A nationwide ban on evictions hasn’t prevented about 18,000 households across England being made legally homeless during the pandemic, according to a report in the New Statesman.

Freedom of Information responses from 212 councils found that 22,798 households who applied for support after 1st April were legally homeless – which can include evicted tenants and those in short-term accommodation.

As these figures only cover around two-thirds of councils, the report claims that the total is likely to reach about 33,000 homeless households – minus the 15,000 existing homeless people housed under the Government’s rough sleeper programme.

Of the councils which responded, Manchester recorded the highest number of newly homeless people since April, with 858 households. The city’s Acorn group told the New Statesman that landlords should have been made more accountable and regulated closely to ensure they weren’t making people homeless.

Spokesperson Iris Breward said: “As it stands, there seems to have been the expectation that profits from renting to tenants would continue regardless of the current crisis, whereas tenants have been expected to continue to pay full rent despite the financial struggles that many are facing.”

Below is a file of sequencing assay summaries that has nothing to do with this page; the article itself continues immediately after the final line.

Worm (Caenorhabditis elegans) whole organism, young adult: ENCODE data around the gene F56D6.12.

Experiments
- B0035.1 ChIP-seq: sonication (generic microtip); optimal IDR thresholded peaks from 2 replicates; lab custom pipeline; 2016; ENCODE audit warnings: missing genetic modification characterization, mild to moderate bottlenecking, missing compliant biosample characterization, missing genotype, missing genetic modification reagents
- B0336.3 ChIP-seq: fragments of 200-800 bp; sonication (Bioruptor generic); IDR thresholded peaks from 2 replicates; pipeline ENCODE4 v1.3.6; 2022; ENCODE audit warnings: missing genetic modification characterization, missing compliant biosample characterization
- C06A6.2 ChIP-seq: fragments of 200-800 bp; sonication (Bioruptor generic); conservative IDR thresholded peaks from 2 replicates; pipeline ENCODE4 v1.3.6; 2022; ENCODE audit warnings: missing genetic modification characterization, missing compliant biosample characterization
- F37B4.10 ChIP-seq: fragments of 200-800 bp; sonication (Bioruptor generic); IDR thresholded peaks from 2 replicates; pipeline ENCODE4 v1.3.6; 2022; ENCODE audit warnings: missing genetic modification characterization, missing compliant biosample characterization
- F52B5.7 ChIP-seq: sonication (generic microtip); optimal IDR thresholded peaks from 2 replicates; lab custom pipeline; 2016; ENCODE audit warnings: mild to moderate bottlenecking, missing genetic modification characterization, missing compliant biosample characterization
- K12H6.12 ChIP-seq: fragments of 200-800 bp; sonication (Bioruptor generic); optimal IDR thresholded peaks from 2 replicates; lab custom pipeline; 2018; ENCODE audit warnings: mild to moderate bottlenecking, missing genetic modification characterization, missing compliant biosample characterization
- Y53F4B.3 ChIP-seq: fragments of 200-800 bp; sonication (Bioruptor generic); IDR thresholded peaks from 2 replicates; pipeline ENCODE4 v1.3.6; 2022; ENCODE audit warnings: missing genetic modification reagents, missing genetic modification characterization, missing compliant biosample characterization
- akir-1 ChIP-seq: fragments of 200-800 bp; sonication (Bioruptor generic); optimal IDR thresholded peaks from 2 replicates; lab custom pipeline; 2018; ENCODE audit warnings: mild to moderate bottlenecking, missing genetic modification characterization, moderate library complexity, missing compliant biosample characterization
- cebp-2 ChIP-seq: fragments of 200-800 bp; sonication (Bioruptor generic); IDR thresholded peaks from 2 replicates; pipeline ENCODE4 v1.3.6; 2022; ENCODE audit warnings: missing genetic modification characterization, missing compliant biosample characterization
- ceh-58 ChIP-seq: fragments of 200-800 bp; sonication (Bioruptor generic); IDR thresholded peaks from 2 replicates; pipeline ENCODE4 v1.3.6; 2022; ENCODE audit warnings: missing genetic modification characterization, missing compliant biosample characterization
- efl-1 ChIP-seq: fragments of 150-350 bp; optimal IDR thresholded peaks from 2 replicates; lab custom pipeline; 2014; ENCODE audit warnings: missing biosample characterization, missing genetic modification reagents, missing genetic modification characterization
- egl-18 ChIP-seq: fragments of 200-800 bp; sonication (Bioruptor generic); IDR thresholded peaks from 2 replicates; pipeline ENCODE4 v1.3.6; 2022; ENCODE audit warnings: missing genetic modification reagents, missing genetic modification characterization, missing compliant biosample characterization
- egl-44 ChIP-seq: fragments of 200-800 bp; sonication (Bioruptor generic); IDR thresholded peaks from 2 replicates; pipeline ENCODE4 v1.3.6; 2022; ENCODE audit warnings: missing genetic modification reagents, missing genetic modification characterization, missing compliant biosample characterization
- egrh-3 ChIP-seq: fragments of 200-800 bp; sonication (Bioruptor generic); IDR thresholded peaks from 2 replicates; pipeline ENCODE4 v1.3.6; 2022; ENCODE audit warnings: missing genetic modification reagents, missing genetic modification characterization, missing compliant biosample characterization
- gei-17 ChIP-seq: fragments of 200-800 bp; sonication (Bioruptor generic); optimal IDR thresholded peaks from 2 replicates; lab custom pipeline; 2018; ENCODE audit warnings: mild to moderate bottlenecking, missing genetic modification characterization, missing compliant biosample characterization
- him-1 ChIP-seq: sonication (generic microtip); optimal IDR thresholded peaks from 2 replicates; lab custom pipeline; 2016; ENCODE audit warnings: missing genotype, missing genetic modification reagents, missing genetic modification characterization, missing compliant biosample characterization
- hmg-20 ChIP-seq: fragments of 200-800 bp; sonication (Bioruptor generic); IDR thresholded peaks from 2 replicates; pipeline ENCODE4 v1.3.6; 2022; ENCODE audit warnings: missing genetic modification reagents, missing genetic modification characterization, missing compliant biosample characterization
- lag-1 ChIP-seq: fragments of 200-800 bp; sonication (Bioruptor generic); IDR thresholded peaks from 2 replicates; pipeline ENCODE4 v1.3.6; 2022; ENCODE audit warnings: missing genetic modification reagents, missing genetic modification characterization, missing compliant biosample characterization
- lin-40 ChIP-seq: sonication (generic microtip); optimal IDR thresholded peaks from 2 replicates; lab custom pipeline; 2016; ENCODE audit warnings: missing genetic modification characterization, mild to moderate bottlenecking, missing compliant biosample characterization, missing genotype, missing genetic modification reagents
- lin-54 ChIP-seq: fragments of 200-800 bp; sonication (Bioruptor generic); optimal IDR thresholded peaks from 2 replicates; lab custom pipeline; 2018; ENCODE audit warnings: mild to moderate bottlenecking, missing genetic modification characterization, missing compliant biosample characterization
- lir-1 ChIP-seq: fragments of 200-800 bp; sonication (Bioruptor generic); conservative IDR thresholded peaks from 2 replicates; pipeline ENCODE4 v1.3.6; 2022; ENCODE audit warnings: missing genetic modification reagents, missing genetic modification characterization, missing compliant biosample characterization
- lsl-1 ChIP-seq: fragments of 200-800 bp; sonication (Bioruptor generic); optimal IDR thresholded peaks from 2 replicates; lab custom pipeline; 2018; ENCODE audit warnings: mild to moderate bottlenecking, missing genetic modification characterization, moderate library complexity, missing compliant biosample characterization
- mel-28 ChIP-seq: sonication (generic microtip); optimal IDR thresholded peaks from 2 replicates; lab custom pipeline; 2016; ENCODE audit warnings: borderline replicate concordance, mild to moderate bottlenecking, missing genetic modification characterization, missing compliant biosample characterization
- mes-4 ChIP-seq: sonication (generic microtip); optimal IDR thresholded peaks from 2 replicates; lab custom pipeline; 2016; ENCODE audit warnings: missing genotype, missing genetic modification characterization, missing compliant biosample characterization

The report also claimed that while the Government has suspended legal eviction proceedings during the pandemic, some tenants evicted by their landlord might have left without knowing their rights. 

However, the National Residential Landlords Association says during the ban, landlords have been unable to take action against anti-social tenants and end tenancies where it might help victims of domestic violence leave the perpetrator.

Policy director Chris Norris says: “We need the courts to deal with cases where tenants are committing anti-social behaviour or where there are long-standing rent arrears that have nothing to do with the pandemic. Over the last five months landlords have been powerless to take any action against those who cause misery for fellow tenants and neighbours.”

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